server. If wl_display_flush() returns -1 with errno set to
EAGAIN, poll the fd for writable as well and call
wl_display_flush() when the fd becomes writable again.
Note that all of these calls may return -1 in case of error, either
from the call or if the display is in an error state.
The global listener mechanism has been replaced by a new
wl_registry interface. Some of the convenience API
(wl_display_get_global) had to go and on the whole the new
mechanism is a little more cumbersome to use. But the change
itself is pretty mechanical; the bind request and global and
global_remove events moved into wl_registry, and to listen for
globals just call wl_display.get_registry and add a listener to
- Atomic surface update mechanism. The exact semantics of how and
when changes to surface took effect were a little fuzzy. In
practice, everything that fit into a protocol buffer (ie most
things you'd do to a surface in a frame) would be applied
atomically due to how we process incoming requests in the server.
It just wasn't clearly specified or fool-proof in the face of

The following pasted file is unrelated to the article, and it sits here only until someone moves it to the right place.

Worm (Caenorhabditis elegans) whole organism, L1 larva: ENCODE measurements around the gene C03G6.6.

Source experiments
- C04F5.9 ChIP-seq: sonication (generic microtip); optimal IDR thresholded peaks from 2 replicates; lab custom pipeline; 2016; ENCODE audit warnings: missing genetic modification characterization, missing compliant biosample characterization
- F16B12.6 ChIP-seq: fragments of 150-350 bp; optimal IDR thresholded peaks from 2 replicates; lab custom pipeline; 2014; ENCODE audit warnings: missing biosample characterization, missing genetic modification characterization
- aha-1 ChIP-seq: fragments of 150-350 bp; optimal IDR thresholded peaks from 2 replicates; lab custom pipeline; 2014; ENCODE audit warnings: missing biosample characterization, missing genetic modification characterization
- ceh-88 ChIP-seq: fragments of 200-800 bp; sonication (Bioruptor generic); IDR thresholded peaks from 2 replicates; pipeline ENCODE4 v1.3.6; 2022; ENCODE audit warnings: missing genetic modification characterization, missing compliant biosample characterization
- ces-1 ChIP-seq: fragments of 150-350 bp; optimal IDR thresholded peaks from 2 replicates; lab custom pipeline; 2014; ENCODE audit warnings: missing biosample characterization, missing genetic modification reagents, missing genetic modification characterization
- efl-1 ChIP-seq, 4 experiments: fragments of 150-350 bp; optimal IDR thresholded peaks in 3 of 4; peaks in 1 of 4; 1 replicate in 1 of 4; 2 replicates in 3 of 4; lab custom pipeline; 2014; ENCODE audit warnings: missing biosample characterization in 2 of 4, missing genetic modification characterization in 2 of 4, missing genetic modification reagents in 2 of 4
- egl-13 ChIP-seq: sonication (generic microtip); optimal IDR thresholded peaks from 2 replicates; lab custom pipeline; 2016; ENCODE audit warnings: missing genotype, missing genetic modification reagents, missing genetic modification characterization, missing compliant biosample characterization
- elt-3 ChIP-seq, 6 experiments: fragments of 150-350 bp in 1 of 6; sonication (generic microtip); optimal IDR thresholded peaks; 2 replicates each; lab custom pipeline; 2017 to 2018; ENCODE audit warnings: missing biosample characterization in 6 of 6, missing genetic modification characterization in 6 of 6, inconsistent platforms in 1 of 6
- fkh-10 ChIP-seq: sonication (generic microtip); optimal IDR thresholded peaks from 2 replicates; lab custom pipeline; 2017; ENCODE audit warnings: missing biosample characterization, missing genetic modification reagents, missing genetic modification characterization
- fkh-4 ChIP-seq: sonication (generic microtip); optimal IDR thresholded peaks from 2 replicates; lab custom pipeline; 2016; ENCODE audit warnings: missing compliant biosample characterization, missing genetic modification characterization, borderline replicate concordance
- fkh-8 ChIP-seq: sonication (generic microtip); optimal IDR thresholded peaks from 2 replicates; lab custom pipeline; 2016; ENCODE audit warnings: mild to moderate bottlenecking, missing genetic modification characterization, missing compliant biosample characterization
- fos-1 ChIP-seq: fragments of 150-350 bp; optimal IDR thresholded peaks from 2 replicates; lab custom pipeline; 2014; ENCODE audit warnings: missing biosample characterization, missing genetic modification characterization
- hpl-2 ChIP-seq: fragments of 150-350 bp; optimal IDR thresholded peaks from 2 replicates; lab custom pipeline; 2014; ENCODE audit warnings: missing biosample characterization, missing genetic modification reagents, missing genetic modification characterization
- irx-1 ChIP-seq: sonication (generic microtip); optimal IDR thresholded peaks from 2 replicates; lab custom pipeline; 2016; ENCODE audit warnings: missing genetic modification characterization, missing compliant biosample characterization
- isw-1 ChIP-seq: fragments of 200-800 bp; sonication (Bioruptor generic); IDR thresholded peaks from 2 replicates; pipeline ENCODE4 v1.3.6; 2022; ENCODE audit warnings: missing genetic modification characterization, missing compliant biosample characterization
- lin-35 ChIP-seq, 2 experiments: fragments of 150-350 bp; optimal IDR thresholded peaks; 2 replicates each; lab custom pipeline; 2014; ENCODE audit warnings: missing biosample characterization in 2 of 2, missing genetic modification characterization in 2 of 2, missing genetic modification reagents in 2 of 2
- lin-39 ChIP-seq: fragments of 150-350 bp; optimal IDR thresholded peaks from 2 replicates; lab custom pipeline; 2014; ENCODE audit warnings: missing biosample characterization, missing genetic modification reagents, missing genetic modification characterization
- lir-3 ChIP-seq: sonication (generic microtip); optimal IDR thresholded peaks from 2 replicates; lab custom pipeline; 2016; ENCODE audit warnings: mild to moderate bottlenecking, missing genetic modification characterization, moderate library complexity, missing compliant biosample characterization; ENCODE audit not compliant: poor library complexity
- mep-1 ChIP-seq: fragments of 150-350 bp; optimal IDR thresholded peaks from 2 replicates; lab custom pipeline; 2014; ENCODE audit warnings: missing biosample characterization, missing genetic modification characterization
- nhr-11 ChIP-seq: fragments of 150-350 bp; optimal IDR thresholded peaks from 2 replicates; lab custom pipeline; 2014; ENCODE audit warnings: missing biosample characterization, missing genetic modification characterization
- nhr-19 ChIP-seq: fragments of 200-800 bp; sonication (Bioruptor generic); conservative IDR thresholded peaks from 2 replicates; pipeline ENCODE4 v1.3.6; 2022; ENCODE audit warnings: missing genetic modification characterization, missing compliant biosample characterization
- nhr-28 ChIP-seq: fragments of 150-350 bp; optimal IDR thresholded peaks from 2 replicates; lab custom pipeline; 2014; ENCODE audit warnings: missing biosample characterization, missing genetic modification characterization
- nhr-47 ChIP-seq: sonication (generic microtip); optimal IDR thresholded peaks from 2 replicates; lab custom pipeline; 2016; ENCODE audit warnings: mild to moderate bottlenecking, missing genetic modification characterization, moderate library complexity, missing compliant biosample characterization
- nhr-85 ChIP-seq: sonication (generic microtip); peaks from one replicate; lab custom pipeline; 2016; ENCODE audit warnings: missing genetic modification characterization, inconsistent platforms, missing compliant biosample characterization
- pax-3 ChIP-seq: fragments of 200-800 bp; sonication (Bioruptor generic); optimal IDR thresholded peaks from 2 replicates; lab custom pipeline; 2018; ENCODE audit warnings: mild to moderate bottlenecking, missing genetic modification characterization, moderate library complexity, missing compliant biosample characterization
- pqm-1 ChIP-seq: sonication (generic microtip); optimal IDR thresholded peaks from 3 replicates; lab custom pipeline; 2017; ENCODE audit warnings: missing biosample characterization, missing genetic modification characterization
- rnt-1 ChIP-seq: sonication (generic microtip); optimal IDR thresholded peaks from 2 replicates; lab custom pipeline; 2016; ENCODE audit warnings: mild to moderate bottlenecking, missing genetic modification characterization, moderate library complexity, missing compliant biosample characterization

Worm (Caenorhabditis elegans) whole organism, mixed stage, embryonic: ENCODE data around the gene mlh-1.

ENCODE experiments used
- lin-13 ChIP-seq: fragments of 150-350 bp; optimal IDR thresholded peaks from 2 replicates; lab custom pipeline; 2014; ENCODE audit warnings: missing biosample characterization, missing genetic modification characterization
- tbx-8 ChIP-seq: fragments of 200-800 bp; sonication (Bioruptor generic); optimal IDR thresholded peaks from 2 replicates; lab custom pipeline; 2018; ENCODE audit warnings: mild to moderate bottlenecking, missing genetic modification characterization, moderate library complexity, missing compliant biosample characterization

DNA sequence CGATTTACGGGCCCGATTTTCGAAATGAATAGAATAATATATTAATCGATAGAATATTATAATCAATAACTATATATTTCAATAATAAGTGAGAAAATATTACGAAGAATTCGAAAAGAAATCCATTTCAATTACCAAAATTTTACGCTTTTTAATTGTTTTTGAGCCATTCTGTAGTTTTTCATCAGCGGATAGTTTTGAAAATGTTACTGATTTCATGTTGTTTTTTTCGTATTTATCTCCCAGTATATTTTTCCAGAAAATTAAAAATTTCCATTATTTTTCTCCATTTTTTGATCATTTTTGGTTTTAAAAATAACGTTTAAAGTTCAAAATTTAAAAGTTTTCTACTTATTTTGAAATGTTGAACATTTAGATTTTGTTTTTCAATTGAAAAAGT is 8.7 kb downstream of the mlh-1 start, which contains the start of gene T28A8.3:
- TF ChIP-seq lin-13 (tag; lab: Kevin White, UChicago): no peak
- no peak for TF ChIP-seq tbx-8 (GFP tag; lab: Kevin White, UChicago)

protocol buffer overflows or flushes and could cause rendering
artifacts. We now have the wl_surface.commit request, which must
be used to commit the pending changes to a surface. Any state that
depends on surface size or content must be done before committing
and when the server receives the commit request it will apply all
the batched up changes. If using EGL, eglSwapBuffers() will attach
a new buffer and send the commit request.
- Better and more consistent error checking. We had a number of
cases where we didn't handle out-of-memory and in cases of any
socket errors we just called abort(). We now handle all cases and
in case of error, the core entry points will return -1 and set
errno. For the protocol stubs, any errors will set an error state
in the wl_display object. Core entry points will then return -1,
or the state be inspected with wl_display_get_error().
- Remove un-namespaced ARRAY_LENGTH and container_of from public API.
A long time bad habit that we had to break. Hopefully most
applications and toolkits weren't using these macros. Either way,
toolkits provide similar functionality and worst case they can just